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Tuesday, March 27, 2007

An uptight Hannibal

Uptight. See Ref 1 below.

More than 8 weeks after surgery I return from yet another inconvenient appointment at the surgeon. The anterior open bite is still there. One tooth touches another, but that’s it; progress nil. As I leave his office, I tap him on the arm with my non-verbal question. "Oh! How many days?" he responds to my waggling digits, "probably 3 to 5 days, then you'll be able to eat again. It's o.k. to hate me for that long," he smiles showing off his own immaculate set of gnashers. I attempt a snarl but think better of it. I calculate, as I nip through the exit door to the car; the most pretigious, experienced, specialist, maxillofacial surgeon on the planet has determined 3 - 5 days, so I double it and add 1.

As I stagger inside and reach for the wipe board, spouse and the children are all there to greet me.
“How did you get on?” I frown in return.
“How come you were so long?” I fumble for a dry erase pen.
“Are you in pain?” Small people bounce around in the frenzy before bed.
“What are you looking for?” I continue to scrabble until I have the means to communicate and write; ‘5 days of this or all is lost!’

What he actually said was that there was a small window of opportunity within which to make the teeth move, otherwise……he didn’t finish his sentence, thankfully.

“Let’s see then!” I part my lips to reveal enough elastic bands to source a small rubber plantation, “Blimey you look like Hannibal Lecter!” he gasps. Three small people peer and cover their mouths in unison. [rats to the theory of mind!]
“Shall I get you some pain killers?”
How exactly am I supposed to insert a tiny pill through this net I wonder?
“Dat is not nice!”
“It certainly isn’t,” spouse concurs.
“No! You are not nice!”
“Me?” he queries.
“Yes, you are dah bad one to say mummy is ‘horrible.’”
“Oh, I didn’t say ‘horrible’ I said ‘Hannibal.’”
“Hannibal is a nice word? It is dah opposite of ‘horrible’?”
“Not exactly.”
“Wot den?”
“Well there was Hannibal the Barbarian, but I didn’t mean him, not for your mother. This particular "Hannibal," is the name of a man in a famous film.”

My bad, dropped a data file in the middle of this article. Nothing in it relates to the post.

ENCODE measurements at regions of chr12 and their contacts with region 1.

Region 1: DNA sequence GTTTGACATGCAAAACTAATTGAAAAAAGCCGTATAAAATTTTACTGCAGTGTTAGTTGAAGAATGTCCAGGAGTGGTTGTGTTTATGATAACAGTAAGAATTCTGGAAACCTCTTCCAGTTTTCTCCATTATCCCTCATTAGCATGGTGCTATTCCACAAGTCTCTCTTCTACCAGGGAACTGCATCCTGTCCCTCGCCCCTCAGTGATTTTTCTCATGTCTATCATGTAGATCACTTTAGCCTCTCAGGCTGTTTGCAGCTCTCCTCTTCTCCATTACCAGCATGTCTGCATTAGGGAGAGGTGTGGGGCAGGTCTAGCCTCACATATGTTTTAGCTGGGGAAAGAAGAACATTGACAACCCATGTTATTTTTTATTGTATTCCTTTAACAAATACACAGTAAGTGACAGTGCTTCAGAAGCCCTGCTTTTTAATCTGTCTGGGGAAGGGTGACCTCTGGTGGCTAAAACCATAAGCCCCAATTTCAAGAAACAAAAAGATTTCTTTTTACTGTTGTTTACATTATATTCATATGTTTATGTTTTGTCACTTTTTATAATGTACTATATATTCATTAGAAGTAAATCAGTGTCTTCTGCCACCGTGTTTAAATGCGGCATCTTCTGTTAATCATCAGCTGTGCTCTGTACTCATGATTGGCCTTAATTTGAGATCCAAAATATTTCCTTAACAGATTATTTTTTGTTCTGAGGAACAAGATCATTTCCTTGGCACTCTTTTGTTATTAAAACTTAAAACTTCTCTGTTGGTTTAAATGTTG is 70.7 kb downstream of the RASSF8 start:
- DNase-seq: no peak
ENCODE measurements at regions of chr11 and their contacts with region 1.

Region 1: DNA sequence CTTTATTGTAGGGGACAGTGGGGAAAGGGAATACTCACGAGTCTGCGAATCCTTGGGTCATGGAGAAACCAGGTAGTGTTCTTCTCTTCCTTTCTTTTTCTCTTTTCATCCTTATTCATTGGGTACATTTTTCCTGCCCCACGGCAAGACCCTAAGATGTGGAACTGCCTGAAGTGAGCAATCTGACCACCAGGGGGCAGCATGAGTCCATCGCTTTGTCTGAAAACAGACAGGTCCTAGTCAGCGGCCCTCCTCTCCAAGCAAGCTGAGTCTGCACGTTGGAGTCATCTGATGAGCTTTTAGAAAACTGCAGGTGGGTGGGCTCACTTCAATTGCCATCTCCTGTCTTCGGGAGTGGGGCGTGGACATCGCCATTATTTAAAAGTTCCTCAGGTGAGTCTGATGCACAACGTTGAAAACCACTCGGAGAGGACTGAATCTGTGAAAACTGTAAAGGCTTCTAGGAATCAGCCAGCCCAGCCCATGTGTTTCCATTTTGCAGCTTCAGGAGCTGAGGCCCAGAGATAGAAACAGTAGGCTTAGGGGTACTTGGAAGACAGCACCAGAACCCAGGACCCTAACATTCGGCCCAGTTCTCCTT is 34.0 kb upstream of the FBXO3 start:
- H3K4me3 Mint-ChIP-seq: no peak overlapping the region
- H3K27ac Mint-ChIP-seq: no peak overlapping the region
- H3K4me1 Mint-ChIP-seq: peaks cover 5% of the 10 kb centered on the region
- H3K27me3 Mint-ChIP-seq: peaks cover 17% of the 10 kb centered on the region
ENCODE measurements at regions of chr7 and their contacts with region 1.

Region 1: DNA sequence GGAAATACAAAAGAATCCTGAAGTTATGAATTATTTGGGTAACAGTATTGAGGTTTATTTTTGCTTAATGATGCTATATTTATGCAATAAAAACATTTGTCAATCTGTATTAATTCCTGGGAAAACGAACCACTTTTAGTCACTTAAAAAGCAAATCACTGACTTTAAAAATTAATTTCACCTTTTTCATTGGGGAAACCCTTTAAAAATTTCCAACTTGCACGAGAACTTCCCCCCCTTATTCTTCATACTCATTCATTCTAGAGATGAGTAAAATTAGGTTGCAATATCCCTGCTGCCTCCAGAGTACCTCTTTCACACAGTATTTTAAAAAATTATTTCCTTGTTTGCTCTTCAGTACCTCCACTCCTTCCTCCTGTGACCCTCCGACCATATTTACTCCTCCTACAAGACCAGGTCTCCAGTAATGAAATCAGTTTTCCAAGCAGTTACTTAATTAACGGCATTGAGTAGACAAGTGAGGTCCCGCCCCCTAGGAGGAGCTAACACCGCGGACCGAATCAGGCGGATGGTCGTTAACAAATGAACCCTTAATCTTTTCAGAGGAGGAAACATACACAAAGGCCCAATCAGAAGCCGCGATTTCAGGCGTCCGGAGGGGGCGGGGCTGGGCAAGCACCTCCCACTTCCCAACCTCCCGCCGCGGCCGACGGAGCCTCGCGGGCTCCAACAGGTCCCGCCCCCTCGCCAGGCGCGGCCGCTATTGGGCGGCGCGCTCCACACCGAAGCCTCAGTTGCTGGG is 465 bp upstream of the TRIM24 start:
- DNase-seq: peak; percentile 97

“Mummy is a man now?”
“No, she looks like the man in the film.”
“Wot man? Wot film it is.”
“Well, it’s about this bad man who likes to….”
I clip him on the head with the wipe board. [translation = for several reasons, not that I ever agree with the principle of "corporal punishment."]

Ref 1 select whichever you deem most appropriate
uptight, a. SECOND EDITION 1989
colloq. and slang (orig. U.S.).

[UP- 3.]
1. a. Of a person: in a state of nervous tension or anxiety; inhibited, worried, ‘on edge’; angry, ‘worked up’ (about something). 
 Quot. 1934 is an isolated early example.
1934 J. M. CAIN Postman always rings Twice xvi. 190 I'm getting up tight now, and I've been thinking about Cora. Do you think she knows I didn't do it? 1966 Sunday Times (Colour Suppl.) 13 Feb. 35/4 Up tight, tense. 1968 Mad LXXVII. 30 ‘Uptight’ means, like, a bad scene. It's when you're hung up, or wigged out, or you can't make it. We all get ‘uptight’ once in a while. 1969 C. YOUNG Todd Dossier 38 He looked worried. Really worried. As the kids say, he was up-tight. 1973 E. CALDWELL Annette (1974) VI. ii. 137 I'd guess you'd gotten so uptight from being denied motherhood that you were ready to leave home. 1975 D. LODGE Changing Places ii. 83 You're feeling all cold and uptight and wishing you hadn't come. 1977 M. EDELMAN Political Lang. v. 90 To the uptight policeman everyone is a potential offender. 1981 P. P. READ Villa Golitsyn II. iv. 112, I was afraid you might be a little uptight about that sort of thing.
b. fig. Characteristically formal in manner or style; correct, strait-laced.
1969 Manch. Guardian Weekly 28 Aug. 18 Who would have thought that an uptight institution like the august Oxford University Press would have done a thing like this? Here is a..spirited and spiritous piece of autobiography..served up as a book. 1970 E. M. BRECHER Sex Researchers ix. 253 They tended to swing in the same socially corrrect, formal, ‘up-tight’ style they followed in their other activities. 1976 Chatelaine (Montreal) Jan. 73/3 In the morning, the apartment looked curiously uptight to Meredith.
2. In approbation: that reaches the desired standard; excellent, fine.
1962 Down Beat Aug. 20/2 Jazz Gene Ammons Up Tight! 1966 [see OUT-OF-SIGHT adj. phr. (n.) 2]. 1969 Courier-Mail (Brisbane) 31 May 11/7 Disc jockeys..talk in a kind of sub-English..as in ‘All right baby sock-it-to-me it's allright uptight yeah.’
3. Short or out of money; ‘broke’.
1967 Time 6 Jan. 18/3 ‘Up tight’ can mean anxious, emotionally involved or broke. 1968 Esquire Apr. 160/3 The expression ‘uptight’, which meant being in financial straits, appeared on the soul scene in the general vicinity of 1953.
Hence uptightness.
1969 FABIAN & BYRNE Groupie vi. 46 The paranoia and savage uptightness which comes from three such guys living on top of each other and attempting to lead very together type lives while being stoned most of the time. 1974 A. LASKI Night Music 95 It hadn't made him any looser..that rigid uptightness was still in him. 1976 New Yorker 8 Mar. 57/3 In [The Entertainer]..Archie contrasted the uptightness of the British who don't make ‘a fuss’ with a fat black woman he once heard in America who sang ‘her heart out to the whole world’.

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